Amin M.N.,University of Maryland, Baltimore | Mclellan J.S.,National Institute of Allergy and Infectious Diseases | Huang W.,University of Maryland, Baltimore | Orwenyo J.,University of Maryland, Baltimore | And 5 more authors.
Nature Chemical Biology | Year: 2013

A new class of glycan-reactive HIV-neutralizing antibodies, including PG9 and PG16, has been recently discovered that seem to recognize previously uncharacterized glycopeptide epitopes on HIV-1 gp120. However, further characterization and reconstitution of the precise neutralizing epitopes are complicated by the heterogeneity of glycosylation. We report here the design, synthesis and antigenic evaluation of new cyclic V1V2 glycopeptides carrying defined N-linked glycans at the conserved glycosylation sites (Asn160 and Asn156 or Asn173) derived from gp120 of two HIV-1 isolates. Antibody binding studies confirmed the necessity of a Man 5 GlcNAc 2 glycan at Asn160 for recognition by PG9 and PG16 and further revealed a critical role of a sialylated N-glycan at the secondary site (Asn156 or Asn173) in the context of glycopeptides for antibody binding. In addition to defining the glycan specificities of PG9 and PG16, the identified synthetic glycopeptides provide a valuable template for HIV-1 vaccine design. © 2013 Nature America, Inc. All rights reserved.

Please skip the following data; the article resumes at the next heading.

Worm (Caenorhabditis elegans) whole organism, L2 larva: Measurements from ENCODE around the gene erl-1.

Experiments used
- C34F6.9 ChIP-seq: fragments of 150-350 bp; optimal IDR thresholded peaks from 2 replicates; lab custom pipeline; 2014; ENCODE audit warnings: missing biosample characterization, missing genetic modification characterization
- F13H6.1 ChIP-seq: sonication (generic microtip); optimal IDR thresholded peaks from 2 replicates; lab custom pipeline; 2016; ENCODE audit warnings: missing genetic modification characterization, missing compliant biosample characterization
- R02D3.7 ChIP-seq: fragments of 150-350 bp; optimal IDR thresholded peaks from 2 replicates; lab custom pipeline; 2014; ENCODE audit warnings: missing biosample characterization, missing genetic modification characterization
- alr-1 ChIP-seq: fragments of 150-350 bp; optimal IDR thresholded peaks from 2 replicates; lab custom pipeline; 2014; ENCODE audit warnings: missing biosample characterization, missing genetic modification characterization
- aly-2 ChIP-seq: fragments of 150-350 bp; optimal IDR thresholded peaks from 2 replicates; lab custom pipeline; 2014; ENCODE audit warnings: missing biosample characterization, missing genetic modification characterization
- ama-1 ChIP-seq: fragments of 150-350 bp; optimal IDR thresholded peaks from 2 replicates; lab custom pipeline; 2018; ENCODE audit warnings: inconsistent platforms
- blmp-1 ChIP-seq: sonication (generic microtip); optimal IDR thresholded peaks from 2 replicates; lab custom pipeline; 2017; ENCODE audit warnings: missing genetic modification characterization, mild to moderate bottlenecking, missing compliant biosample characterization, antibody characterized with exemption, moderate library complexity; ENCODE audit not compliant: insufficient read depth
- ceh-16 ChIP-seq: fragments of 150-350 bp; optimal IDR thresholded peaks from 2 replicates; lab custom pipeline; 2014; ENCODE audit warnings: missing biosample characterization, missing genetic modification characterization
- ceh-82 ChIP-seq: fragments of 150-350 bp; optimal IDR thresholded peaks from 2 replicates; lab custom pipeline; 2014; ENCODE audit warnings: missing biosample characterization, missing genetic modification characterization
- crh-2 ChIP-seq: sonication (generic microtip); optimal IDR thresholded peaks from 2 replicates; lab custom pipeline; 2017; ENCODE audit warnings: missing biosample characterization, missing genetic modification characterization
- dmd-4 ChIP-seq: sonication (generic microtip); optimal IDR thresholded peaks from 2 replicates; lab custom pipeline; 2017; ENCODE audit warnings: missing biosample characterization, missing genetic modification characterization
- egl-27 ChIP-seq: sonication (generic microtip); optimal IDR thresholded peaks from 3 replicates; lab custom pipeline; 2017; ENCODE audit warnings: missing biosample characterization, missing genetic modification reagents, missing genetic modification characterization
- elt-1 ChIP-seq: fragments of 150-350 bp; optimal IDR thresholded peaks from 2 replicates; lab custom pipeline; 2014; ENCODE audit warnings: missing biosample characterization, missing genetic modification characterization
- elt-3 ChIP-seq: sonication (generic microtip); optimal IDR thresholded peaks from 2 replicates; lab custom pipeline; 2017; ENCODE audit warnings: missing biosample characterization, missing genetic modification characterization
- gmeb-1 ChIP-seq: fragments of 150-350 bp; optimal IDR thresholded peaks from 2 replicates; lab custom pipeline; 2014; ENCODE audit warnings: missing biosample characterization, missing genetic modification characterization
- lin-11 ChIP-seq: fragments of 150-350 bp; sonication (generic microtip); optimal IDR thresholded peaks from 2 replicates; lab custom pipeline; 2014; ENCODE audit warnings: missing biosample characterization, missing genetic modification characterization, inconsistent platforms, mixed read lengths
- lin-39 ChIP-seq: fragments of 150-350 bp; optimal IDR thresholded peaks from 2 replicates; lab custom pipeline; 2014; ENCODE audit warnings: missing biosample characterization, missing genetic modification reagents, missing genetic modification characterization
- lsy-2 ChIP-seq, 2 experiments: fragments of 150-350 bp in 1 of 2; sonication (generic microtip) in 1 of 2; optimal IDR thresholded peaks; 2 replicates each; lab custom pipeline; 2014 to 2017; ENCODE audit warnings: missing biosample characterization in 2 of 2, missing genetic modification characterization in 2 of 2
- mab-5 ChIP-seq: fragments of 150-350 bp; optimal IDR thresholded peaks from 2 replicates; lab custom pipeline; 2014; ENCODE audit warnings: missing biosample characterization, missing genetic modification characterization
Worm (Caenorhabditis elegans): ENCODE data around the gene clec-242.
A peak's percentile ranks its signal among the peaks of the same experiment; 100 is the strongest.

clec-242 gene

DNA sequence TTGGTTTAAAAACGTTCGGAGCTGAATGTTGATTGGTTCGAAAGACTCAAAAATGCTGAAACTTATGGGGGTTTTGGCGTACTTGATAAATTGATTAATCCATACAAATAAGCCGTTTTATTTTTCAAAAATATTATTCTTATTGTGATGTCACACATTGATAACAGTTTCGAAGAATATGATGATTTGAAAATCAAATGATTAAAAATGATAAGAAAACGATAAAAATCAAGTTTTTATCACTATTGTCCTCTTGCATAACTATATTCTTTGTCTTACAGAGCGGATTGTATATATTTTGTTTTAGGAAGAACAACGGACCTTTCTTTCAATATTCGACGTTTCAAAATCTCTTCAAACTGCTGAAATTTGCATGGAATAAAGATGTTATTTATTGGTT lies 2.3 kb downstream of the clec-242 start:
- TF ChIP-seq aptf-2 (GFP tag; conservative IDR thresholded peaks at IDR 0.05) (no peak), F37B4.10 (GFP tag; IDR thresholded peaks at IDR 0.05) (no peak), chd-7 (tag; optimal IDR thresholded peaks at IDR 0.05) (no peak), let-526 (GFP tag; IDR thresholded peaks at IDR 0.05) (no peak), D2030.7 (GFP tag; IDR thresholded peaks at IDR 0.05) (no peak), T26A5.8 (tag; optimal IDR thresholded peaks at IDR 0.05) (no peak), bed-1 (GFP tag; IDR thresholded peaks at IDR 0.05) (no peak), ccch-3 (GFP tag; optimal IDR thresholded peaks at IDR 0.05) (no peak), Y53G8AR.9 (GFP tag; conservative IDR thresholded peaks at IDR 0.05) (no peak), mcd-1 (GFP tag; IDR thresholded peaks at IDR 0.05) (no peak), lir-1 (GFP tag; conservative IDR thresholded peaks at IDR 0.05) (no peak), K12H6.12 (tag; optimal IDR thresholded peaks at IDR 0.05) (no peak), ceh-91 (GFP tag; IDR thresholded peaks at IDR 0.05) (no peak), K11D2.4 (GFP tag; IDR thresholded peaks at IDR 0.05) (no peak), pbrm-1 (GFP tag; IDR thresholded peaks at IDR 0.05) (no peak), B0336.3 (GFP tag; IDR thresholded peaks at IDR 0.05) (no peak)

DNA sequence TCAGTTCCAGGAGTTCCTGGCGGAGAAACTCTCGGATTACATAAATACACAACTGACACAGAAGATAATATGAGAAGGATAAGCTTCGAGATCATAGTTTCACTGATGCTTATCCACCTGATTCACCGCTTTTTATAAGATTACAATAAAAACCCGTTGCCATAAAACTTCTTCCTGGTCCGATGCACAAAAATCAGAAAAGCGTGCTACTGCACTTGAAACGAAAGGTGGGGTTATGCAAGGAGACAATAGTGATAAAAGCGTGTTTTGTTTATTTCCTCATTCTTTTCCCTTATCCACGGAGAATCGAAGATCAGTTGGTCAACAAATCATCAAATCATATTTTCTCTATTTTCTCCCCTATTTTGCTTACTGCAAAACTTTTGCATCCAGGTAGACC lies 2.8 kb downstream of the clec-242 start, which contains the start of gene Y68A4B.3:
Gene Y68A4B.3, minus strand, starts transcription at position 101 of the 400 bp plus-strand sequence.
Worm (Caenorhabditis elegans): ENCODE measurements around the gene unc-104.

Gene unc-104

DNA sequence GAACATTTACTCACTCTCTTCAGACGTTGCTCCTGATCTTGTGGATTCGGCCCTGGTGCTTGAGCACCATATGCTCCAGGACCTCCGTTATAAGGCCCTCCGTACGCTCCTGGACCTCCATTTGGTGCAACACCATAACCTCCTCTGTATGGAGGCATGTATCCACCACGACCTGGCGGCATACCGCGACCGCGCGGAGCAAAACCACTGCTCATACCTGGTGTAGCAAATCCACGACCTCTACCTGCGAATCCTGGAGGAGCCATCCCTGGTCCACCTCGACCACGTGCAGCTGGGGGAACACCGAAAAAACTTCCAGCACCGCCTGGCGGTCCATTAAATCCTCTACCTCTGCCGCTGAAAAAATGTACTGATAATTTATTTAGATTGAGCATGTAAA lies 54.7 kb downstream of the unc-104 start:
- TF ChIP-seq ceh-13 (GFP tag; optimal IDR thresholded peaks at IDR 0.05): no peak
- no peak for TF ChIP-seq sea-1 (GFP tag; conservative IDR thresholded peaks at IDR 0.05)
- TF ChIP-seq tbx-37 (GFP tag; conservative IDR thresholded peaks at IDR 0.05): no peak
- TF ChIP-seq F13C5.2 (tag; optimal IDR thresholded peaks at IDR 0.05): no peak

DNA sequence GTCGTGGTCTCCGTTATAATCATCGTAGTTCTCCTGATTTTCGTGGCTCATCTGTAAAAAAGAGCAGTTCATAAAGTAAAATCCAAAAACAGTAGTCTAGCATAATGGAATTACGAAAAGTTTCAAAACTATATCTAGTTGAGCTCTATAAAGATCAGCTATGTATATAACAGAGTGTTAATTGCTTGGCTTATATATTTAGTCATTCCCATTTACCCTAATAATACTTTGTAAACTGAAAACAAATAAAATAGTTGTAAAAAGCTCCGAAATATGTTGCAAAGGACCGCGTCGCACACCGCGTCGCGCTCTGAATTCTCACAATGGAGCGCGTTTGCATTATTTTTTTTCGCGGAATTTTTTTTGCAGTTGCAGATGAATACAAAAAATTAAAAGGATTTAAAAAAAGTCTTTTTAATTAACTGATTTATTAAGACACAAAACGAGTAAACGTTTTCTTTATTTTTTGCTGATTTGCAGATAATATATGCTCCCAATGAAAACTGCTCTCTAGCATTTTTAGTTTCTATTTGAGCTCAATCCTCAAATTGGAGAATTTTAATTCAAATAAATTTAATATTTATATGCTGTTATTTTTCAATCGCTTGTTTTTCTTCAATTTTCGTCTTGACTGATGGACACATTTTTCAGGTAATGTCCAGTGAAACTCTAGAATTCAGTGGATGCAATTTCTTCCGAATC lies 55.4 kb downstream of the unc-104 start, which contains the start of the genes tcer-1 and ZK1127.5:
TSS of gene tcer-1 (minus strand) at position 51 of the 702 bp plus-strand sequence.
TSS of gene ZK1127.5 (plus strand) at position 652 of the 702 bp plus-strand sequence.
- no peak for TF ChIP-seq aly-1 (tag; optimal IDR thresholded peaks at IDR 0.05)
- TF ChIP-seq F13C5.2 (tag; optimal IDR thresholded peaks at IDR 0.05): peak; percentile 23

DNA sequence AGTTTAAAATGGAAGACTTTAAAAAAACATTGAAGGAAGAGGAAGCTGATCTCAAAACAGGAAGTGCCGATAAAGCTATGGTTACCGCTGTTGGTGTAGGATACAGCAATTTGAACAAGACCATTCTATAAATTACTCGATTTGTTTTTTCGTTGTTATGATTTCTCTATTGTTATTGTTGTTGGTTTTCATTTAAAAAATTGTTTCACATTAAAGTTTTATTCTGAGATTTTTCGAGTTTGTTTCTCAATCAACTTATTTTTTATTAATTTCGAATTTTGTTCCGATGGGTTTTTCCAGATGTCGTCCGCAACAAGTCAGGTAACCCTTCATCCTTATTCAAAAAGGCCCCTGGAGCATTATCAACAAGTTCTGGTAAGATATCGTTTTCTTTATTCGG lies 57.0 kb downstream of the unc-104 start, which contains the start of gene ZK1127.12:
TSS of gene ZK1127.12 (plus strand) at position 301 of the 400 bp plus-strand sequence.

PubMed | Medical Research Council Uganda Virus Research Institute, University of Oxford, IAVI, Kenya AIDS Vaccine Institute Institute of Clinical Research and 10 more.
Type: Journal Article | Journal: PloS one | Year: 2015

HIV epidemiology informs prevention trial design and program planning. Nine clinical research centers (CRC) in sub-Saharan Africa conducted HIV observational epidemiology studies in populations at risk for HIV infection as part of an HIV prevention and vaccine trial network. Annual HIV incidence ranged from below 2% to above 10% and varied by CRC and risk group, with rates above 5% observed in Zambian men in an HIV-discordant relationship, Ugandan men from Lake Victoria fishing communities, men who have sex with men, and several cohorts of women. HIV incidence tended to fall after the first three months in the study and over calendar time. Among suspected transmission pairs, 28% of HIV infections were not from the reported partner. Volunteers with high incidence were successfully identified and enrolled into large scale cohort studies. Over a quarter of new cases in couples acquired infection from persons other than the suspected transmitting partner.


News Article | November 17, 2015
Site: www.biosciencetechnology.com